Marine-i Welcomes Boost for South West's Floating Offshore Wind Ambitions
Plans to build floating windfarms in the Celtic Sea to generate clean power and create thousands of green jobs have taken a major step forward after being shortlisted by UK Research and Innovation (UKRI).
The South West Floating Offshore Wind Accelerator has been chosen to work up a detailed bid for over £30m of potential government funding provided through UKRI’s flagship Strength in Places Fund. UKRI is providing £50,000 of early-stage funding to support development of the bid following a successful stage one application.
Prof Lars Johanning of the University of Exeter, lead partner for Marine-i, said: “The deployment of industrial scale floating offshore wind (FLOW) in the Celtic Sea represents a once in a generation opportunity to drive investment and economic growth in Cornwall & the Isles of Scilly, Wales and the Great South West. Developer interest and activity has already commenced and there needs to be an industrial response to the supply chain opportunity. This has now seen a further boost.”
The project aims to build on Cornwall and Plymouth’s world-renowned excellence in offshore renewables business and research to fast-track the construction of large scale floating offshore windfarms in the Celtic Sea from the mid-2020s onwards.
The South West Floating Offshore Wind Accelerator is being led by Wave Hub, the Cornwall Council-owned marine renewables research and technology organisation, in collaboration with the Cornwall and Isles of Scilly Local Enterprise Partnership (LEP), University of Plymouth, University of Exeter, the Offshore Renewable Energy (ORE) Catapult, A&P Group, Cornwall Council and Plymouth City Council.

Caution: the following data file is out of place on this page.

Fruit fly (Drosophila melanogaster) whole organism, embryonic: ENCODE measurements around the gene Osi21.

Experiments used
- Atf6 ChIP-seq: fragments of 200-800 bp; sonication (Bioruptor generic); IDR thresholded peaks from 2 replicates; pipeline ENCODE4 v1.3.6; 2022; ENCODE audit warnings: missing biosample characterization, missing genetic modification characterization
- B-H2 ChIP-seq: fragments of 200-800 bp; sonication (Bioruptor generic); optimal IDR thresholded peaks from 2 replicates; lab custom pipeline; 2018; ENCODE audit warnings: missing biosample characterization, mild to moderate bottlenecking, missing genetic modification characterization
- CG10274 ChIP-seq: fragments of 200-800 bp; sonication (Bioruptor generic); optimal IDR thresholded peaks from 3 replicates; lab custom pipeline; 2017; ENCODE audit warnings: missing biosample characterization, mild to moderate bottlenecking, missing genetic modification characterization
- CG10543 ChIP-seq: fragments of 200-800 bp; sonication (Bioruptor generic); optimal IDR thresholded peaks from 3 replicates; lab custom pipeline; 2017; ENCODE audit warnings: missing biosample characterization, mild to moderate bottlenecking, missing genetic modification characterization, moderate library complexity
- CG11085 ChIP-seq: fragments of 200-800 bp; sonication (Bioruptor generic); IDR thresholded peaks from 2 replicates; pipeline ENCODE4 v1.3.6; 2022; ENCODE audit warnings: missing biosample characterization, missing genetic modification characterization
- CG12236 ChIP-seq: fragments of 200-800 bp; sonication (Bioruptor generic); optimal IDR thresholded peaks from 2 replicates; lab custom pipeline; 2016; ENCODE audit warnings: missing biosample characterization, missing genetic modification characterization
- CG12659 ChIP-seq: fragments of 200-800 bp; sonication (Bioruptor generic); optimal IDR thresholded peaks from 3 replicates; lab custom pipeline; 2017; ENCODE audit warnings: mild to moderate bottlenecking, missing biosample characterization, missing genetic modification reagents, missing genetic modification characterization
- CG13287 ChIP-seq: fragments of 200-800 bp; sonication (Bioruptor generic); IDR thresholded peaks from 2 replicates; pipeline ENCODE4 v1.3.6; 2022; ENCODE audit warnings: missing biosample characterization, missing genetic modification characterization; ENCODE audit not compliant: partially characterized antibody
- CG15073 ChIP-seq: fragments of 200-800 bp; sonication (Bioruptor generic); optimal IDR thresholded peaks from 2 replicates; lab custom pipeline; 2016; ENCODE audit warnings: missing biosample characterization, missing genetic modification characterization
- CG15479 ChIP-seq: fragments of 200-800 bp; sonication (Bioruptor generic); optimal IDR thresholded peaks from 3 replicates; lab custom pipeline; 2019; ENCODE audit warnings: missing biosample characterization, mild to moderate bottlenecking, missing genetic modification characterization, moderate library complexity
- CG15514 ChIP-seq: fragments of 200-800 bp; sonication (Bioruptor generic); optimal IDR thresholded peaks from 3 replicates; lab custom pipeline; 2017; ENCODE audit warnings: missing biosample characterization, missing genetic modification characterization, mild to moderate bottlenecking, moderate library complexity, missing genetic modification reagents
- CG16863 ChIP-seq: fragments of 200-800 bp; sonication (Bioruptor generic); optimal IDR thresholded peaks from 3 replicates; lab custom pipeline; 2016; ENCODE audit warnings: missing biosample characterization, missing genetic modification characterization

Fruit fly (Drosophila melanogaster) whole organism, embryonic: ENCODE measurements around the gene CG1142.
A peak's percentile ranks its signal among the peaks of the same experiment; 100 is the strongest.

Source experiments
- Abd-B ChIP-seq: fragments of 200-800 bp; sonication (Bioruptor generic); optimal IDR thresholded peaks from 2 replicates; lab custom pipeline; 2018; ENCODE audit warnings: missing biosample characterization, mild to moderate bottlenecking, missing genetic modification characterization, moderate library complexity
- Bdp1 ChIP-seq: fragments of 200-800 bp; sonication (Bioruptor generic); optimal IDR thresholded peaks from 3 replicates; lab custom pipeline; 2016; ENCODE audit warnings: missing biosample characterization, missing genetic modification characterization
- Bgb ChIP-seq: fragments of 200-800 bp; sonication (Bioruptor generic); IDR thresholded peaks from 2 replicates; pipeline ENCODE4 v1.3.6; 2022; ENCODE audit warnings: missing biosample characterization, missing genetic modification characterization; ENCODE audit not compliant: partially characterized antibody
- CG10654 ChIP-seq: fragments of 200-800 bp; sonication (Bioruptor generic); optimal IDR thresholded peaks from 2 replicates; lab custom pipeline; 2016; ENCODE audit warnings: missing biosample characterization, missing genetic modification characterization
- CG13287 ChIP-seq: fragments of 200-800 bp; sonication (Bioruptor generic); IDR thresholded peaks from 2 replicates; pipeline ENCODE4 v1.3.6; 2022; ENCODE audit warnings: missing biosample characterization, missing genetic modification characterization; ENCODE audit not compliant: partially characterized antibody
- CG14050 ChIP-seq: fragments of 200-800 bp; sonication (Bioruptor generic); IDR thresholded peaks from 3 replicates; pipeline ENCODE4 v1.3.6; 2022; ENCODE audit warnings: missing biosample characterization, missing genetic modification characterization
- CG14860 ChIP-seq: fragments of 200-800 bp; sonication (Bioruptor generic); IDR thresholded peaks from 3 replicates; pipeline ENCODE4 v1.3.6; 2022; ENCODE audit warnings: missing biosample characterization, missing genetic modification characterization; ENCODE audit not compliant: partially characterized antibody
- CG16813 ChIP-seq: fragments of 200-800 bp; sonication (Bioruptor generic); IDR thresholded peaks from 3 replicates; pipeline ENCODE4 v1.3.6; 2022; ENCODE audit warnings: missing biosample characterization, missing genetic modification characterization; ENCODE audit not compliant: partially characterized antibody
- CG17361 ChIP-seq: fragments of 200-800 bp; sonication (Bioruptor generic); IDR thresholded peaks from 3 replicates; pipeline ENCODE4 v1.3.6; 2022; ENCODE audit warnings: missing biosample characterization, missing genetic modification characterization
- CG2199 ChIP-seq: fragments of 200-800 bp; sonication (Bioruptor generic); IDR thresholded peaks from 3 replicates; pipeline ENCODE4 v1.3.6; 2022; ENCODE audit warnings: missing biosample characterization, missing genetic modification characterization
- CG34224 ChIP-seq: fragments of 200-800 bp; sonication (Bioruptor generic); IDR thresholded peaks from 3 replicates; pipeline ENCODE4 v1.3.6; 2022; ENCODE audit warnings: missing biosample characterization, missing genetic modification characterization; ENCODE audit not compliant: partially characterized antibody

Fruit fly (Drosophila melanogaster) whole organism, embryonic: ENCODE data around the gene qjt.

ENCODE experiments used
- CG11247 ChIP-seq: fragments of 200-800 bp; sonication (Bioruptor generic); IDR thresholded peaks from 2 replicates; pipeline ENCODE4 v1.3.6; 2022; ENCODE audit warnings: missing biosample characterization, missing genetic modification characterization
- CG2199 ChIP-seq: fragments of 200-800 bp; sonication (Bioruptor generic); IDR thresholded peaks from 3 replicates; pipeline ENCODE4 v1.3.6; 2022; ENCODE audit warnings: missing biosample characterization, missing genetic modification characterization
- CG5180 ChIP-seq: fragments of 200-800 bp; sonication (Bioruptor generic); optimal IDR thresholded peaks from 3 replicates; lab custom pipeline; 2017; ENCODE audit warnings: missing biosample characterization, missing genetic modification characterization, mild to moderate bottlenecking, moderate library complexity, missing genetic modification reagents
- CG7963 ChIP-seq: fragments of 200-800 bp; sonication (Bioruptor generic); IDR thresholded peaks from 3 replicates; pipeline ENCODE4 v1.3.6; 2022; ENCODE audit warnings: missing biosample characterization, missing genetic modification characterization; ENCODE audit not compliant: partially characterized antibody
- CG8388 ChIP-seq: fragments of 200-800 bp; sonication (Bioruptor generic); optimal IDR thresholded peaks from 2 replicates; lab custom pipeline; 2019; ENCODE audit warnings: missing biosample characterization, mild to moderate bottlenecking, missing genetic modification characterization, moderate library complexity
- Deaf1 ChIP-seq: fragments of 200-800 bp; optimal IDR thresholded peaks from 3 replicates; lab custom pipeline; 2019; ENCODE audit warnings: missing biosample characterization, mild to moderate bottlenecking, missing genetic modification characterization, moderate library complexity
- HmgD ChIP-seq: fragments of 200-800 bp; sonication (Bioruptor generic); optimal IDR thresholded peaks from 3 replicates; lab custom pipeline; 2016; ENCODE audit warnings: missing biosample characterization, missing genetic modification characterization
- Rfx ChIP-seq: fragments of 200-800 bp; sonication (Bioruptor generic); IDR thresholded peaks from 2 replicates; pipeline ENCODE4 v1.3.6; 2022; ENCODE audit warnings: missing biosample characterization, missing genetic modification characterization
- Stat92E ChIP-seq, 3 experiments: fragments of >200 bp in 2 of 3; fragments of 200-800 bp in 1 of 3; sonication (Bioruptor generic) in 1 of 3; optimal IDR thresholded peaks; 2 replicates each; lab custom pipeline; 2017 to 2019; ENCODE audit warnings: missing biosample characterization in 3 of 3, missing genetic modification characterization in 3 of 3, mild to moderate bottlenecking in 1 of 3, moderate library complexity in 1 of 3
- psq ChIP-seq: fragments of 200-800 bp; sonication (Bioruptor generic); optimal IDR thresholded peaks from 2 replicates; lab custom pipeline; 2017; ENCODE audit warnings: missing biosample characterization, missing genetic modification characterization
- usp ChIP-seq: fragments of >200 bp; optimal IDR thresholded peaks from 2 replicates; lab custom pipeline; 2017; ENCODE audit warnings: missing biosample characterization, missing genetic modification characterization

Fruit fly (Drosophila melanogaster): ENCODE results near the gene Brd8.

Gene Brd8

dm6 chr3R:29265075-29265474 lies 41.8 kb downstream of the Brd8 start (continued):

Floating platforms can access stronger winds in deeper waters than conventional fixed offshore wind turbines. The Celtic Sea, which is an area off the coast of Cornwall and West Wales and south of Ireland, has one of the best wind resources in Europe.
A report published earlier this year by ORE Catapult and commissioned by the Cornwall and Isles of Scilly LEP and the Welsh Government said a floating wind industry in the Celtic Sea could support 3,200 jobs in the South West and Wales and £682m of spend in the local supply chain by 2030, powering hundreds of thousands of homes.
Nationally the industry could support 17,000 jobs and generate £33.6 billion of economic activity, with huge export potential.
The UKRI’s first stage award will allow the project partners to work up a full stage bid for submission to the SIPF in November, which has £236m available in the latest funding round and makes awards of between £10m and up to £50m in exceptional cases. Awards will be announced next year.
The quality of the South West’s bid was commended by UKRI’s lead on the Strength in Places Fund, David Sweeney, who said: “I am delighted to be able to award early-stage funding to this bid which has great potential to benefit the local area through supporting innovation and sustained growth, and strengthen collaboration between industry and our world-class research base.”
Photo Credit: Principle Power Inc.